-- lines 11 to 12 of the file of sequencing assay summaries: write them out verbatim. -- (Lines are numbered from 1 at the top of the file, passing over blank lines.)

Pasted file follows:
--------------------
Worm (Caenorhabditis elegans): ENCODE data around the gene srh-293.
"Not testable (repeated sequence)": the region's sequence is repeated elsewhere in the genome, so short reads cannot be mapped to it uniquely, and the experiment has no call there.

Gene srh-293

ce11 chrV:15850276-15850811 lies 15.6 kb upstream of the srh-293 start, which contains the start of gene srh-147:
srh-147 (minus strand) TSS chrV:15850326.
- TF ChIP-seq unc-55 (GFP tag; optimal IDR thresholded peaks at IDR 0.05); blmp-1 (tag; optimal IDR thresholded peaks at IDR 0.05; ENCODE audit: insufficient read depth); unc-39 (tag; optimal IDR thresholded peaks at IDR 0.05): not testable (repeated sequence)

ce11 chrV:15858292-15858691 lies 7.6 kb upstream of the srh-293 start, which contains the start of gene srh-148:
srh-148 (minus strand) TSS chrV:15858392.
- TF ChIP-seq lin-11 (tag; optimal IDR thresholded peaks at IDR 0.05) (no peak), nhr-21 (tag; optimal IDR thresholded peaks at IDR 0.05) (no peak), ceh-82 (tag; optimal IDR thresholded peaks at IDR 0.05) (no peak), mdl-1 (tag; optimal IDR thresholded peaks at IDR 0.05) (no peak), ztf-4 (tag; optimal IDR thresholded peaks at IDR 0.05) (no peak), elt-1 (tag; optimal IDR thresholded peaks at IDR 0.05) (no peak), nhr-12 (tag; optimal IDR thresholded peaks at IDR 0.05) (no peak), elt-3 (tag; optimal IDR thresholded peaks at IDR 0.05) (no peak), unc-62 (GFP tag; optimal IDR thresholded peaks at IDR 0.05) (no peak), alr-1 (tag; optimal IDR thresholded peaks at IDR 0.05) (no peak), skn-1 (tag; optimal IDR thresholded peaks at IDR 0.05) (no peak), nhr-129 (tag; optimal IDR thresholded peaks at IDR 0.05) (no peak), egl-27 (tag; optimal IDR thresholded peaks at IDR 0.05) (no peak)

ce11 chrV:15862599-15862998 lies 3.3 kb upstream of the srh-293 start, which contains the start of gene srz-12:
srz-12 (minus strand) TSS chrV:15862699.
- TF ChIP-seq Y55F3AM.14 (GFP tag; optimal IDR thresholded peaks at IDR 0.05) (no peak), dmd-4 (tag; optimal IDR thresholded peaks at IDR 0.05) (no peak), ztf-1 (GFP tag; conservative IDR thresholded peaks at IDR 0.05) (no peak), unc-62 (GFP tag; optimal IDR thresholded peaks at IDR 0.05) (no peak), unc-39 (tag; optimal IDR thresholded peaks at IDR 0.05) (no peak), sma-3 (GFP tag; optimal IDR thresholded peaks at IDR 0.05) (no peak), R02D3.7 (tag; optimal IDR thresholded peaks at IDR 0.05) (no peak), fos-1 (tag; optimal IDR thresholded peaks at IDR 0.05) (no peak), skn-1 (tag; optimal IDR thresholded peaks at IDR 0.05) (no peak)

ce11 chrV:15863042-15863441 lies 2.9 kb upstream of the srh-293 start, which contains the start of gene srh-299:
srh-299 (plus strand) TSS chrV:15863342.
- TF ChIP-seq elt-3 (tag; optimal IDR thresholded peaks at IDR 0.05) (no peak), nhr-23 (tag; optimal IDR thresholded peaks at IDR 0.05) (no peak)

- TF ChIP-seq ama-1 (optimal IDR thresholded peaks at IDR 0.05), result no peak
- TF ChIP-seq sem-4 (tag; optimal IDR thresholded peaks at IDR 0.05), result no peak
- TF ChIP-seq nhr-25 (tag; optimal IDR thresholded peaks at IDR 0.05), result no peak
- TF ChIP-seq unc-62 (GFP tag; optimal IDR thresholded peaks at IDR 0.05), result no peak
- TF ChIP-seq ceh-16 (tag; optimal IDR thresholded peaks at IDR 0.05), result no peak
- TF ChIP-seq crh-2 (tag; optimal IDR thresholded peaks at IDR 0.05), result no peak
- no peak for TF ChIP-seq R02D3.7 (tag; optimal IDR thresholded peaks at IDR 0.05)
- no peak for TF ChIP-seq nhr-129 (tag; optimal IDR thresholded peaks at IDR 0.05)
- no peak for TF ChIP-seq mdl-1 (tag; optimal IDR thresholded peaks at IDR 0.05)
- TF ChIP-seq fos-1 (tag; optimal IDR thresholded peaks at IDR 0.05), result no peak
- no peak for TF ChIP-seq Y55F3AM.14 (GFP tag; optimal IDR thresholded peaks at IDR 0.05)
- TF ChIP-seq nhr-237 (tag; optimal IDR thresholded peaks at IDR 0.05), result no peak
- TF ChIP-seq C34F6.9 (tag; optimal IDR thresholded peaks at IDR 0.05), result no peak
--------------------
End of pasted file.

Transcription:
srz-12 (minus strand) TSS chrV:15862699.
- TF ChIP-seq Y55F3AM.14 (GFP tag; optimal IDR thresholded peaks at IDR 0.05) (no peak), dmd-4 (tag; optimal IDR thresholded peaks at IDR 0.05) (no peak), ztf-1 (GFP tag; conservative IDR thresholded peaks at IDR 0.05) (no peak), unc-62 (GFP tag; optimal IDR thresholded peaks at IDR 0.05) (no peak), unc-39 (tag; optimal IDR thresholded peaks at IDR 0.05) (no peak), sma-3 (GFP tag; optimal IDR thresholded peaks at IDR 0.05) (no peak), R02D3.7 (tag; optimal IDR thresholded peaks at IDR 0.05) (no peak), fos-1 (tag; optimal IDR thresholded peaks at IDR 0.05) (no peak), skn-1 (tag; optimal IDR thresholded peaks at IDR 0.05) (no peak)